Saturday, June 20, 2015

One of the last "Nightingales" - The Zambezi Expedition (6)

Anyone who was born in 1831 and died in 1933 at the ripe old age of 102, would have been witness to some of the most remarkable developments in human history. They would have seen the worldwide expansion of the railways, motor cars and commercial air flight. And then there were the amazing inventions of electric lighting, telephones, radio and motion pictures, as well as the great medical advancements, including the discovery by Dr Ronald Ross that the malaria which had so blighted the Zambezi Expedition was caused by mosquitoes. Jessie Lennox was one such person, and her story rounds out those of the women of the Expedition. 

Initially, most of what I was able to find out about Jessie followed on from newspaper obituaries and this one from the British Nursing Journal of February 1933. As will be seen, her experiences on the Zambezi are not really detailed and it is mostly about her later career in nursing and her friendship with Florence Nightingale.
THE PASSING BELL [British Journal of Nursing, February 1933] 
Miss Jessie Lennox, who was a personal friend of Dr. Livingstone and Florence Nightingale, has died in Edinburgh at the age of 102.
She first went to Africa as a missionary in 1858, and after a period in England, she went out again in 1862. She then accompanied Mrs. Livingstone from Durban to the mouth of the Zambesi, and witnessed the meeting between the great missionary and his wife there.
Returning again to England, Miss Lennox was associated with the Nightingale Training School for Nurses in London and became a close friend of Florence Nightingale. She was one of the first six Army Sisters appointed by the War Office to the Royal Victoria Hospital at Netley. These Sisters were received by Miss Nightingale, that she might give them parting instructions. She lay in bed, pencil and paper always beside her, that everything of interest might be noted down. Miss Lennox described her bedroom as a large, airy room - “with plenty of ventilation, even in those days!” In giving the Sisters advice, Miss Nightingale exhorted them that they were never to say they were unable to do anything!
For 18 years she was matron of the Sick Children’s Hospital in Belfast, and after her retirement she was honorary matron for ten years of the epileptic colony at Bridge of Weir, Scotland.
When the Scottish War Memorial was opened in Edinburgh in 1927, Miss Lennox was an honoured guest wearing a nursing uniform similar to the first issued to the British Army, and she was presented to the King and Queen and the Prince of Wales.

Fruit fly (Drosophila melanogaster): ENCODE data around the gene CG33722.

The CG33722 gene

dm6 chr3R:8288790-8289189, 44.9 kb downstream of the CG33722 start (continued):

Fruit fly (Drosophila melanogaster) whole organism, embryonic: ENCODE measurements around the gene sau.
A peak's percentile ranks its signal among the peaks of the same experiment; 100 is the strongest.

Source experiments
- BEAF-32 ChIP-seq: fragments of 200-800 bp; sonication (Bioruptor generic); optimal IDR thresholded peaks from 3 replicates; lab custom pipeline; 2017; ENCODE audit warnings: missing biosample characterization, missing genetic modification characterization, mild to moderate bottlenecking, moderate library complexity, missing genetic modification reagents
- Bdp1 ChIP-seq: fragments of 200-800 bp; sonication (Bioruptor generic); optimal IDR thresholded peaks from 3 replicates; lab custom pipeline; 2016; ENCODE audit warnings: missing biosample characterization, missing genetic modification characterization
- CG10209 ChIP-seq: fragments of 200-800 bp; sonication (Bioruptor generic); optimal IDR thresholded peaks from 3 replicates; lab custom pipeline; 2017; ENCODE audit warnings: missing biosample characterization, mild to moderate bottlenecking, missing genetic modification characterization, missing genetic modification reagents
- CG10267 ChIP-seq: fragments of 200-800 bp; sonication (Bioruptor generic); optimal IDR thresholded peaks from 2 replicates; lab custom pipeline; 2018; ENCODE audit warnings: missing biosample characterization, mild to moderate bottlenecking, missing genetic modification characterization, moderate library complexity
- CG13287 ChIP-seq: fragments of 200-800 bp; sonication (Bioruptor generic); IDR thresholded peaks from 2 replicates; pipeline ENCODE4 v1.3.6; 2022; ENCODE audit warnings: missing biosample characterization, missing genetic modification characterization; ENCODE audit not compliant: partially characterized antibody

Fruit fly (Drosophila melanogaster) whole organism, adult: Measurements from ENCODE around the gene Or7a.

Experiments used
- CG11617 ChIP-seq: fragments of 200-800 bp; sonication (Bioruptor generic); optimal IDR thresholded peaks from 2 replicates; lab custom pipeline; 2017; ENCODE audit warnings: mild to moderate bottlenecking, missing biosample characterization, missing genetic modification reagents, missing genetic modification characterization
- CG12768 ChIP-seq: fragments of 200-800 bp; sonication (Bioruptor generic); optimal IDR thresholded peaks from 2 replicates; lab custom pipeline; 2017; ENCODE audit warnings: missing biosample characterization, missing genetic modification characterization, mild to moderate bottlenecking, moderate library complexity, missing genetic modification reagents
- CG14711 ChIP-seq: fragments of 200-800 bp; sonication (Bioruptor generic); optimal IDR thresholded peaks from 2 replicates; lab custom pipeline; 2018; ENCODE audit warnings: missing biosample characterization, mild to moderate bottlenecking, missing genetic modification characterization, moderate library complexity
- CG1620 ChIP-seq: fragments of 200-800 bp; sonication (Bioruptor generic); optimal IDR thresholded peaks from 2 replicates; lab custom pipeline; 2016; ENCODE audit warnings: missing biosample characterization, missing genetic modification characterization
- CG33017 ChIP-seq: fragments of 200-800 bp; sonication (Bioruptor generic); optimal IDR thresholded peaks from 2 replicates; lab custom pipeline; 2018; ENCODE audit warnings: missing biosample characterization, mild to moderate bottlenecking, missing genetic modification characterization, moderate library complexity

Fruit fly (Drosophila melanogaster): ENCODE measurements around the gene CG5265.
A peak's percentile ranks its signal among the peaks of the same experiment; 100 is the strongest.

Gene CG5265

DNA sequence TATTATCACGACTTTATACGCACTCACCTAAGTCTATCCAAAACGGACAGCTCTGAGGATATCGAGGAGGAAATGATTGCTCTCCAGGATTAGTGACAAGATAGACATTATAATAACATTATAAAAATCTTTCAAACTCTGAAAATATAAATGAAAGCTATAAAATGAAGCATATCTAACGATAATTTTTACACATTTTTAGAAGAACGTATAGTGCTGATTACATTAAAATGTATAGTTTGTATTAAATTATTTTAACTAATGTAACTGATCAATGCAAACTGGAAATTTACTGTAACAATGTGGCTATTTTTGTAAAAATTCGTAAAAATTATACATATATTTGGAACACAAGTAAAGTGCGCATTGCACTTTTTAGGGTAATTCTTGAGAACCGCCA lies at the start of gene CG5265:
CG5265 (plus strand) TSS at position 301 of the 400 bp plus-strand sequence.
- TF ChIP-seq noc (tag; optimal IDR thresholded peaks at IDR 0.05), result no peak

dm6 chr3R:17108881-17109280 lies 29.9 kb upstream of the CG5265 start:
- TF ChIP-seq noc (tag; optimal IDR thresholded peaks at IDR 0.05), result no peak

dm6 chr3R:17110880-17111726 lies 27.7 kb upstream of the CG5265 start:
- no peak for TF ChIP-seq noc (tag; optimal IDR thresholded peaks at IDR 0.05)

Miss Lennox has related the circumstances which brought about her first visit to Miss Nightingale’s house. From all over the world she was receiving applications for advice and assistance in nursing matters. On that occasion the German Empress - mother of the ex-Kaiser - had requested that a complete set of probationer’s uniform be sent to Germany as a model, and Miss Lennox was the nurse deputed to convey it to Miss Nightingale’s house in Park Lane.
After years of devoted service the pioneer “Nightingales” are passing to their rest.
 
Florence Nightingale surrounded by some of her nurses
While searching for images online of Jessie Lennox, I was very pleased to come across the Hole Ousia blog which carries a post about a family connection to her and adds much more information from private sources. It states that Anne Mackenzie, to whom she was maid-companion in Durban, had this to say about her:
Alice [sister of Anne Mackenzie] has brought us a treasure in Jessie, who is the brightest creature I have seen for many a day ...
and 
Jessie is a perfect delight, so ready to make herself useful, and she has volunteered how very happy she is already.
Anne Mackenzie encouraged Jessie into nursing after their African experiences and she had a long career. References to her progress and also extracts from her letters appear in the Collected works of Florence Nightingale but they also indicate there were periods when she was sick. She had to resign from Netley in 1870 due to ill health and again from the Belfast Children’s Hospital in 1891 for the same reason. Although she lived to a great age, even by today’s standards, one wonders if the deprivations and malarial fevers that she and the other women suffered all those years earlier on the Zambezi may have been a contributing factor to those episodes of ill health. 

One newspaper reported that Jessie was buried in the North Merchiston Cemetery, now in a sad state of disrepair, but I have been unable to discover whether she has a traceable tombstone.


Jessie Lennox - these images from Hole Ousia

Postscript:

There is one other white woman who journeyed up the river with Jessie, Anne Mackenzie, Emily Burrup and Mary Livingstone, who remains a mystery. All the published sources and references on the Expedition only ever refer to her as "Sarah". Unlike her companions she does not seem to have left her mark in any way and, like mist over the Zambezi, has simply evaporated into history.